Will Harris: 19:32
I want to be very respectful to this group here, but you all take a very linear approach to agriculture. You’re talking about five years, 10 years, whatever. The number is very linear and I think that’s wrong. I think that agriculture has a living system that’s very cyclical, not linear, and I think that’s the reason I’m satisfied with almost no return on my investment. As long as I know, I’m exponentially building the production capacity of my farm. We’ve owned it for 160 or whatever number it is. You know my children may sell it. If they do, they’ll sell it and it will be sold. I’ll be dead. But what I’m doing is putting them in a position so they can’t own it for another 160 years if they want to, and I realize that’s not marketable in the situation that y’all are in To operate this in a cyclical model, which is the way I think that a natural system really needs to be operated. You can’t look at it as an annual return or decade, or maybe not even generational. It’s got to be perpetual.

Colter DeVries: 20:54
Howard, aren’t we seeing more of these institutional owners turn into essentially permanent capital, this protection of principle and granted, I think Will might be a little fresher at even talking about these types of assets as balance sheet assets, but we’re going to today. Are they not becoming more permanent capital? And it’s just this excellent protection of principle. And maybe is that message not being marketed more effectively that hey, if you take a small discount on the annual yield, we’re going to actually improve the principle in the long term? Am I way off in that thinking, Howard?

Will Harris: 21:38
Well, you’re wrong. You say small discount. I think you’d be a huge discount.

Howard Halderman: 21:43
Will’s not wrong. We do have to look at performance metrics, and so we’ve got to really try to create a 10-year internal rate of return that hits the marks that they want, and if they’re at 68% internal rate of return, then that’s probably a transaction that we can look at Honestly. I think how it? But your right culture is that there are more and more groups out there that want to invest and they do want that long-term sustainable theme here. It would work well with an operator like Will and this is where we’ve done it with these other producers I mentioned earlier is that we don’t operate their core business, but what we do is we come in and Will says, hey, I want to buy this 1,000 acres next to me and I want to do the same thing on that 1,000 that I’ve done on my own farm, but I don’t want to put my capital into it or it can’t whatever. Then, mr Investor, could you step in and be the capital source for? That.

Howard Halderman: 22:41
And I’m going to operate that 1,000 acres under my system, which is a very sustainable, long-term cyclical, as Will was describing, a very holistic approach to soil enhancement and making that farm better 10 years down the road than what it is today. Then we can build the model from that and by leasing that to his operation and he may not want to go to $30 million, but it could help him grow his operation in some fashion and not have the capital tied up in the land resource.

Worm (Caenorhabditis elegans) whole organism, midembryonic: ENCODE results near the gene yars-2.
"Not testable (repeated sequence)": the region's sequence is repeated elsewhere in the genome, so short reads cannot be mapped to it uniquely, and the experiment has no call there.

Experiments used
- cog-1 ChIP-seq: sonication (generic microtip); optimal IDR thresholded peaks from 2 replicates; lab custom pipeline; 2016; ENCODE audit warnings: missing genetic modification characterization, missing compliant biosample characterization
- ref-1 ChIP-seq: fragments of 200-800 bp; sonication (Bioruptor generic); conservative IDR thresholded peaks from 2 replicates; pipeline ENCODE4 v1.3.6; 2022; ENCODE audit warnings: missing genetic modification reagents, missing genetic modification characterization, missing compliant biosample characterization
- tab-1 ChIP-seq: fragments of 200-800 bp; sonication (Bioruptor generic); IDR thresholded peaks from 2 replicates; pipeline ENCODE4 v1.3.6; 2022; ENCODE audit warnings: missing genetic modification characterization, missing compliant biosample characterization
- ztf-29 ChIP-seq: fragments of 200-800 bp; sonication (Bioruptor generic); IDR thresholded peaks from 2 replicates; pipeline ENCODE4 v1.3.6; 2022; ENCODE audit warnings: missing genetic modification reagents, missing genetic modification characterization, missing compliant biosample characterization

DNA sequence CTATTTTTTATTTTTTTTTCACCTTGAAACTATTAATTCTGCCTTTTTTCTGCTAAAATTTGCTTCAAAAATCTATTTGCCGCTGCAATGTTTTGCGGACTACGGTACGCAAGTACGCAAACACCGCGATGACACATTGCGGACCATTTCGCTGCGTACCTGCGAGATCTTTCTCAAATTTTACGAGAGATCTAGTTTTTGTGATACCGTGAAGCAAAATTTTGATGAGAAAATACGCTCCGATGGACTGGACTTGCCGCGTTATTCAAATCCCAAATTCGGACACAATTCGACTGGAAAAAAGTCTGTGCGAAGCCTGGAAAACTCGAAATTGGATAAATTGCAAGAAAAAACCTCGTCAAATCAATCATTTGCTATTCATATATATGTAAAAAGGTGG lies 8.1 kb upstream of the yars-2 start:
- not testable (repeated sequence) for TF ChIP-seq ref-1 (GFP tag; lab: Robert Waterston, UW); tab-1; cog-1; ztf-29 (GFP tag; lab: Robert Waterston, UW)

Howard Halderman: 23:14
And so that’s what we’re doing in many instances, whether it’s apples in Washington State or the oranges down in Florida we’re going in as a partner with an existing operation and providing a capital source for them to expand and grow their operation, and then our owner, our client, receives the financial rewards and the benefits and the returns to that land and that investment in trees or whatever. So that’s probably a more of a way to look at it than us coming in with an investment in the whole operation Because, as I said earlier, to try to replicate that management team and oversee that management team, I think Will’s got a unique situation there. These obviously are very successful, so, but I think being a part of that and providing capital as part of that would be something that we do on a regular basis.

Will Harris: 24:06
I bought every farm that’s sold for the last 20 years that touched mine. I bought it and I have reached the point. I can’t keep doing that and there will be other farms for sale. This country down here was in 250 acre farms or so when I was growing up and those people have left and consolidated. Now they’re just a handful of bigger farms, most of them industrial peanut, cotton, corn, root crop farms, and most of them don’t own a lot of land. They lease land. So I’ve been buying land and I’m very pleased that I did.

Will Harris: 24:46
The land I bought escalated in value significantly over the last 10, 15, 20 years and I’ve increased the organic amount of the productivity of it and put it in grass and fenced it, cross fenced it, chopped it up into 150 something small politics, which is very advantage and we made the family decision recently that some of these other little farms will be selling in the next decade or so and we probably can’t buy them. I just don’t want to incur the risk at the low return that we generate. I don’t want to put my family at risk. We have some debt now but it’s pretty manageable. I just don’t trust a big land buying outfit. I mean I can’t stop them from buying it. But if they did, it’s hard for me to trust that they would allow me to improve the land and share in that benefit, and I can’t afford to pay them what land leases for if I’m going to improve it.